Benny Medina is a natural entertainer. With her long, dark curls, huge smile and colorful acrylic nails, you feel her playful presence immediately; her infectious laugh echoing in every room she enters. She loves iced coffee and bold fashion and singing while she works but, most of all, Medina loves her residents.
As the activities director of a senior living community, her job is to be the heart and soul – the very energy of her building. Before the pandemic, that meant planning live entertainment, outdoor excursions and interactive games for her residents. Now, with restrictions from the CDC in place to protect the vulnerable elders from the coronavirus, Medina has had to shift her focus to keeping the seniors engaged while keeping them safe.
Valley Vista Senior Living Community is nestled in the heart of Van Nuys, a new independent and assisted living building for seniors. The community, which includes memory care services, opened its doors in May – amid the pandemic, when social distancing requirements were at their most strict. As the Vibrant Life coordinator, tasked with packing the schedule with things to do, Medina created an original calendar for the building’s activities that was quickly abandoned in the wake of the coronavirus.
“Normally, we’d have outside trips. Religious services, shopping days, even just walks around the neighborhood,” Medina said. “Now, it has been a matter of getting creative.”
Medina and her staff try to keep up morale for the seniors by hosting games from the hallways and navigating technology like FaceTime for them, or scheduling the occasional visit from a local musician to perform from a safe distance. However, the most popular activity has been Themed Thursday. What started as a birthday celebration for a resident, surprising a lifelong fan of the Dodgers with baseball-themed attire and snacks, turned into a weekly event for all the residents and staff. Now, every Thursday, Medina and her team dress in costume, plan a themed meal and play socially distant activities in the courtyard.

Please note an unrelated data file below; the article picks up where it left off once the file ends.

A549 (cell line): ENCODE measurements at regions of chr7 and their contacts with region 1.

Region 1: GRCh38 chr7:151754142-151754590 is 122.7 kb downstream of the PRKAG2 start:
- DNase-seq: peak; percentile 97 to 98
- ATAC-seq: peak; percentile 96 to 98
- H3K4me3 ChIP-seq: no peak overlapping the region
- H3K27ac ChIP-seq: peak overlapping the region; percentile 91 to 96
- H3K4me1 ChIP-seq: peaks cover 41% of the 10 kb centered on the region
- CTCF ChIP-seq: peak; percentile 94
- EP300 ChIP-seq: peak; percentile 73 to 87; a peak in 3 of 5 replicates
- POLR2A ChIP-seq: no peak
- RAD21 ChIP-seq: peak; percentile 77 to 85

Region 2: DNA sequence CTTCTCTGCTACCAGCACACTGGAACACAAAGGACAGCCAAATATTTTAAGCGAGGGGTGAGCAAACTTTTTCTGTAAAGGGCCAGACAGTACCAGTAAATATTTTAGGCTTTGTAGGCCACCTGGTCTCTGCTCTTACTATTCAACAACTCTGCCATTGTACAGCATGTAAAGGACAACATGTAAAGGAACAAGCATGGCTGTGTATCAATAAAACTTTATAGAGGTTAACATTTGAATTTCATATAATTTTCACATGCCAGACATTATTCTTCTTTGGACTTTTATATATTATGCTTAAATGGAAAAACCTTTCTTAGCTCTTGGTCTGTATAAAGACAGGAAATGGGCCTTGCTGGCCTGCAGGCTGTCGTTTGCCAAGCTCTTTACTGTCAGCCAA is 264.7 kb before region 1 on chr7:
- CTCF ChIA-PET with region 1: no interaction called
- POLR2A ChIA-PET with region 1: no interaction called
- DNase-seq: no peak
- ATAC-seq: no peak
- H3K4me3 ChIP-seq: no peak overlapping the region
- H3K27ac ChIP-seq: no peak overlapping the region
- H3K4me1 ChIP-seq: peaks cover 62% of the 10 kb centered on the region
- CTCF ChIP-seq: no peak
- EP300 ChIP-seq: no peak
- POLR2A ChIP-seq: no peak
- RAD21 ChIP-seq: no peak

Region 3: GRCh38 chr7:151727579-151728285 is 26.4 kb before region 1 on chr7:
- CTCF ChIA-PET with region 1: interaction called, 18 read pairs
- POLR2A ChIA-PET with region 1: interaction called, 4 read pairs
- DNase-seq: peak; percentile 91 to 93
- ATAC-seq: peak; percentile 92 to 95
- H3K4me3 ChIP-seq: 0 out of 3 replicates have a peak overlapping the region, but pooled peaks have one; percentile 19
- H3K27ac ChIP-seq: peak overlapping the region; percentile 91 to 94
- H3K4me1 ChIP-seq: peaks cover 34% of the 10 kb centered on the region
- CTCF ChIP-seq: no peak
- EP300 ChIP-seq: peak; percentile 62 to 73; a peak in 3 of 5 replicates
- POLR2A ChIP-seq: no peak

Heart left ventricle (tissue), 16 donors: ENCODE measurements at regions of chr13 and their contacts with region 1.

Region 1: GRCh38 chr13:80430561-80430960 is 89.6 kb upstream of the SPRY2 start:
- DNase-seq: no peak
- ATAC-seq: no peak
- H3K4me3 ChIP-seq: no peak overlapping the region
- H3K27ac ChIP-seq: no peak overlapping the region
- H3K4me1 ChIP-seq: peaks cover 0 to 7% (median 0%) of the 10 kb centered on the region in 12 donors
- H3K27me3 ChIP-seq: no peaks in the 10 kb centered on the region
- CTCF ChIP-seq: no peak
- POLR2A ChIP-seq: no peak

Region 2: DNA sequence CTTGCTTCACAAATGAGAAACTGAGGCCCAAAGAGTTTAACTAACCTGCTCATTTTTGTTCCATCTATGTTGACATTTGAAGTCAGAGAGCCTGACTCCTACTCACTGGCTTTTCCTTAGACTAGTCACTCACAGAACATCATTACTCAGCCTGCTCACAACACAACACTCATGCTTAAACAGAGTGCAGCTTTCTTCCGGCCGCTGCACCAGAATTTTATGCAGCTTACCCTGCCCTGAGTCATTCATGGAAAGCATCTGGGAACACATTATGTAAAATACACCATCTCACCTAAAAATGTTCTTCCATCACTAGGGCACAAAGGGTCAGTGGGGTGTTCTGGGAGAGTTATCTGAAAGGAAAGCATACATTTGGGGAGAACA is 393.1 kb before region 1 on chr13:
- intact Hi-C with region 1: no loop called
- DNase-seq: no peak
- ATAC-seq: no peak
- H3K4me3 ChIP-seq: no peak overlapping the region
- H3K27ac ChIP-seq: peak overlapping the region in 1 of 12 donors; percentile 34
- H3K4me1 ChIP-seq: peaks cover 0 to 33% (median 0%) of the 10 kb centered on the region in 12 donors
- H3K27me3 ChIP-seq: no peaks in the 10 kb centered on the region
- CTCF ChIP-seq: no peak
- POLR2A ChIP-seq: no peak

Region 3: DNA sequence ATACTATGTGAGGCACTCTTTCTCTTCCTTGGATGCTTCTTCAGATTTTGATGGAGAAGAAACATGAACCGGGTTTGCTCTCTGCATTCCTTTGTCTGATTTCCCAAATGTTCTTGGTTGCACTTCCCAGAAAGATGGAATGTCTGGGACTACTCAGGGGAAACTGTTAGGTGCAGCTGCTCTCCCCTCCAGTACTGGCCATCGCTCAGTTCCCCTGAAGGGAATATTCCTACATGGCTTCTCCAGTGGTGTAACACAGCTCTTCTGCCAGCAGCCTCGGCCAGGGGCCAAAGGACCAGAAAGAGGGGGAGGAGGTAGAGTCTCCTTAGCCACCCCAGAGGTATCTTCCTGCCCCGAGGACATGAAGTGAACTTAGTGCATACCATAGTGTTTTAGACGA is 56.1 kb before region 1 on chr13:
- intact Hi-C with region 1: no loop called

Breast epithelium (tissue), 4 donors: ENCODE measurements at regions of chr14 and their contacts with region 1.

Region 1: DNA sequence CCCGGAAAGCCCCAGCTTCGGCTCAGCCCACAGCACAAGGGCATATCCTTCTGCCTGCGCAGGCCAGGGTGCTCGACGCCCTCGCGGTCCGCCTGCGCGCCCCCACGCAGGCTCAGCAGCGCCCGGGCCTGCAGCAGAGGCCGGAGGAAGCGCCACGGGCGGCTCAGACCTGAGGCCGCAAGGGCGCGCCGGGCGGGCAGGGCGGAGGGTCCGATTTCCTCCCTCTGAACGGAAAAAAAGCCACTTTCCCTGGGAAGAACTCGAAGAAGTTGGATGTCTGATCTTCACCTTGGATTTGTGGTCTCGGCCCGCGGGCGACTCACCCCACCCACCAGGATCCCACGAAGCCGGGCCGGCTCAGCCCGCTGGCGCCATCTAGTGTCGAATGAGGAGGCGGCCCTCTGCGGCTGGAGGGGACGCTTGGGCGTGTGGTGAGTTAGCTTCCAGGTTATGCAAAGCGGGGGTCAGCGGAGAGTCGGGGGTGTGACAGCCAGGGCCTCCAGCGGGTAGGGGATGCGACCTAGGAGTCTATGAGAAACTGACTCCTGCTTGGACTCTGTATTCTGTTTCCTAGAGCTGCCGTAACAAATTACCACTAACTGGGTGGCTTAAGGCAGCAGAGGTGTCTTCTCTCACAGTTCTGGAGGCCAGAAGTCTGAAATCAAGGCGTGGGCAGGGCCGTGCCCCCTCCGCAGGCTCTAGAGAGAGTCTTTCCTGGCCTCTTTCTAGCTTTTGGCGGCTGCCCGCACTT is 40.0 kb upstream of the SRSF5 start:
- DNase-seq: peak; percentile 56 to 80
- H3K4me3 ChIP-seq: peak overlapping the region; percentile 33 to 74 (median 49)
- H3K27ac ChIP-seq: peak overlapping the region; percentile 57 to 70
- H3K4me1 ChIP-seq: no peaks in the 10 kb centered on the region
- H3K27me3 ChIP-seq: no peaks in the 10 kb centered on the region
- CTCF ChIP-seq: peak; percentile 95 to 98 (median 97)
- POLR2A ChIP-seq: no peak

Last week was historical figures day, where Medina dressed as Frida Kahlo, complete with an eyeliner unibrow and mustache under her mask, to play trivia games with the seniors. The week before, she dressed as Minnie Mouse and delivered meals to the residents in customized containers on which she’d written lyrics from Disney songs.
Medina, ever the performer, doesn’t stop at costumes. One of her residents is extremely fearful of becoming ill with the coronavirus; so much so that she hasn’t left her room for meals or activities in weeks. Medina makes it a point to touch base with her every day and, when she missed the scheduled entertainment on Disney Day, Medina brought the microphone to her.
Outside on the courtyard, dressed as Minnie Mouse, Medina used her 10 years of musical theater experience to make sure her resident didn’t feel left out. She sang classic Disney songs and oldies hits to the woman on the second floor through the open window, dancing along with a coworker.
Medina has been working in senior communities for more than five years. She said it takes a special kind of person to work with elders because of how much genuine empathy and compassion it takes, but the work is rewarding in ways she can’t describe. She still keeps in touch with residents from other communities she has worked in, even recently attended a Zoom birthday party for a man she worked with years ago.
With coronavirus restrictions loosening in the area, Medina’s personal life remains impacted as she ensures she doesn’t inadvertently put one of her residents at risk. She has Zoom calls with friends instead of seeing them in person and takes socially distant hikes to exercise, but has no plans of continuing her regular social life until it’s safe for her to do so without impacting her residents.
“I’m not worried, myself, about being sick at all. I’m really not,” Medina said, her voice cracking. She hasn’t been able to hug or even shake the hands of any of the elders living her community since they moved in. For someone used to sharing bear hugs and reassuring touch, it has been a difficult change. “I’m worried that I would be an unknowing carrier and get one of my residents sick.”
For now, Medina doesn’t interact much with people outside of Valley Vista unless she has to.
“It’s not a job. It’s not,” Medina said. “It’s a career, yes. But more than anything, it’s an opportunity to genuinely care about your fellow man and help them enjoy the rest of their life and have it be the best of their life.”